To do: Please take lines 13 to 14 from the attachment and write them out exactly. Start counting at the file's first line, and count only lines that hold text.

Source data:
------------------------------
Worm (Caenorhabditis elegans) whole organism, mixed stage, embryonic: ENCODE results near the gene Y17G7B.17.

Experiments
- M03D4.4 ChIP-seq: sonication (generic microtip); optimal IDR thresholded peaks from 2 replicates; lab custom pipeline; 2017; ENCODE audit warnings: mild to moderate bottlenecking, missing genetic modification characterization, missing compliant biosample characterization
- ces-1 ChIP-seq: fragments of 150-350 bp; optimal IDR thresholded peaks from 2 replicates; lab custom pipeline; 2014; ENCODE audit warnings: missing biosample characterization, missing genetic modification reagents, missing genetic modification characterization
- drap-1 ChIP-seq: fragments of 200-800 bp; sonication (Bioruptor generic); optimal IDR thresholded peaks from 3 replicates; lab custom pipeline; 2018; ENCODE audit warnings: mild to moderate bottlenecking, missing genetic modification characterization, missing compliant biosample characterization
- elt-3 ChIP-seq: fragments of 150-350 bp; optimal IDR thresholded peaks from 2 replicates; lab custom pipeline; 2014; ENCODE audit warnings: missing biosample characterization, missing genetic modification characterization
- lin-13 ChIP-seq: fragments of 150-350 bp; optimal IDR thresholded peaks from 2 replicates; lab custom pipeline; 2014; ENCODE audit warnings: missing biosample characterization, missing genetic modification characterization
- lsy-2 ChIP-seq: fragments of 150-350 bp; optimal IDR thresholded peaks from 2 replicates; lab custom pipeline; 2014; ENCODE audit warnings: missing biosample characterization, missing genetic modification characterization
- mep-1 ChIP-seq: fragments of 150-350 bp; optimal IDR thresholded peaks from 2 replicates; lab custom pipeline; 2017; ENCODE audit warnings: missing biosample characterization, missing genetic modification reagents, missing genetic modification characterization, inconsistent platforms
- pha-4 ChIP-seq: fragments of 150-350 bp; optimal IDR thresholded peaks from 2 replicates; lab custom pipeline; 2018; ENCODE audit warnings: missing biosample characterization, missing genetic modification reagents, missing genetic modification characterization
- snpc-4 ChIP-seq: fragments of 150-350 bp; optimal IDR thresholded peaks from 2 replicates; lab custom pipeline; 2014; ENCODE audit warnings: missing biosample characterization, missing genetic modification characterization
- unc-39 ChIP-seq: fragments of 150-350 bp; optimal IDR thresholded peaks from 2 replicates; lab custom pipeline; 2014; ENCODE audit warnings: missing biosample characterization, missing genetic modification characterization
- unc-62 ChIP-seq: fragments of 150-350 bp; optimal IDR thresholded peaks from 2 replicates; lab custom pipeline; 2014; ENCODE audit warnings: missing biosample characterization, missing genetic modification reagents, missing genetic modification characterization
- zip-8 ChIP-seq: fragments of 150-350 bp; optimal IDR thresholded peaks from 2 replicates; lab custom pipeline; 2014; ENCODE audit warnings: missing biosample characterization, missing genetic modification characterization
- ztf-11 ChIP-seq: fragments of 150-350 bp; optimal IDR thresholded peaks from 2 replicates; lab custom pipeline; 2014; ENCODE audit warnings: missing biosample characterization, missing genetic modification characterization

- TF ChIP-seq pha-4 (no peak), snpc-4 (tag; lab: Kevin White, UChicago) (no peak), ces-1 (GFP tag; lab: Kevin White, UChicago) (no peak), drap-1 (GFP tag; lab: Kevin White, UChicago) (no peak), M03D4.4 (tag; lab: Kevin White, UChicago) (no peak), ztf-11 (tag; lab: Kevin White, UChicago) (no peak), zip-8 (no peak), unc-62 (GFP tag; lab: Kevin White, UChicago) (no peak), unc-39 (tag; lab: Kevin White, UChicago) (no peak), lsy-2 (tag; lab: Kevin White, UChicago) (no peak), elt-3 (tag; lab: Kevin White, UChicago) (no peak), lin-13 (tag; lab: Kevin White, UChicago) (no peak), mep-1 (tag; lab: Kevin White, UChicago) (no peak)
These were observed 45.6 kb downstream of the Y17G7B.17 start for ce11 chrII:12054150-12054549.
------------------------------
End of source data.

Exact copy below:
- unc-62 ChIP-seq: fragments of 150-350 bp; optimal IDR thresholded peaks from 2 replicates; lab custom pipeline; 2014; ENCODE audit warnings: missing biosample characterization, missing genetic modification reagents, missing genetic modification characterization
- zip-8 ChIP-seq: fragments of 150-350 bp; optimal IDR thresholded peaks from 2 replicates; lab custom pipeline; 2014; ENCODE audit warnings: missing biosample characterization, missing genetic modification characterization